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Pure and Applied Geophysics

, Volume 170, Issue 4, pp 493–505 | Cite as

The Effect of Varying Damage History in Crystalline Rocks on the P- and S-Wave Velocity under Hydrostatic Confining Pressure

  • O. O. Blake
  • D. R. Faulkner
  • A. Rietbrock
Article

Abstract

Cracks play a very important role in many geotechnical issues and in a number of processes in the Earth’s crust. Elastic waves can be used as a remote sensing tool for determining crack density. The effect of varying crack density in crystalline rock on the P- and S-wave velocity and dynamic elastic properties under confining pressure has been quantified. The evolution of P- and S-wave velocity were monitored as a suite of dry Westerly granite samples were taken to 60, 70, 80 and 90 % of the unconfined uniaxial strength of the sample. The damaged samples were then subjected to hydrostatic confining pressure from 2 MPa to 200 MPa to quantify the effect of varying crack density on the P- and S-wave velocity and elastic properties under confining pressure. The opening and propagation of microcracks predominantly parallel to the loading direction during uniaxial loading caused a 0.5 and 6.3 % decrease in the P- and S-wave velocity, respectively. During hydrostatic loading, microcracks are closed at 130 MPa confining pressure. At lower pressures the amount of crack damage in the samples has a small but measureable effect. We observed a systematic 6 and 4 % reduction in P- and S-wave velocity, respectively, due to an increase in the fracture density at 2 MPa confining pressure. The overall reduction in the P- and S-wave velocity decreased to 2 and 1 %, respectively, at 50 MPa. The elastic wave velocities of samples that have a greater amount of microcrack damage are more sensitive to pressure. Effective medium modelling was used to invert elastic wave velocities and infer crack density evolution. Comparing the crack density results with experimental data on Westerly granite samples shows that the effective medium modelling used gave interpretable and reasonable results. Changes in crack density can be interpreted as closure or opening of cracks and crack growth.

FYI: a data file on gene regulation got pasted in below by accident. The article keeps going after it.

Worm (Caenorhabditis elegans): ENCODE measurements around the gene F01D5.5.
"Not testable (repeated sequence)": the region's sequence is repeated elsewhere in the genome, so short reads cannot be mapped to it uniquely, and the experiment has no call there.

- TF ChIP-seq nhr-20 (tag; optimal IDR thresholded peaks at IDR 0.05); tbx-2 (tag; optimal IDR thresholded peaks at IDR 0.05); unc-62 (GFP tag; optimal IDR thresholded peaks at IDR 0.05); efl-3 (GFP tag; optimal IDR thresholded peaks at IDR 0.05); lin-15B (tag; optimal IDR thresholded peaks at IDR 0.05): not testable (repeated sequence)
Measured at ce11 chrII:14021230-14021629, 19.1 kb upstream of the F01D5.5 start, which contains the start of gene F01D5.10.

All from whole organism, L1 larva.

Keywords

Crack Density Elastic Wave Velocity Hydrostatic Loading Microcrack Density Westerly Granite 
These keywords were added by machine and not by the authors. This process is experimental and the keywords may be updated as the learning algorithm improves.

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Copyright information

© Springer Basel AG 2012

Authors and Affiliations

  1. 1.Geology and GeophysicsSchool of Environmental Sciences, University of LiverpoolLiverpoolUK

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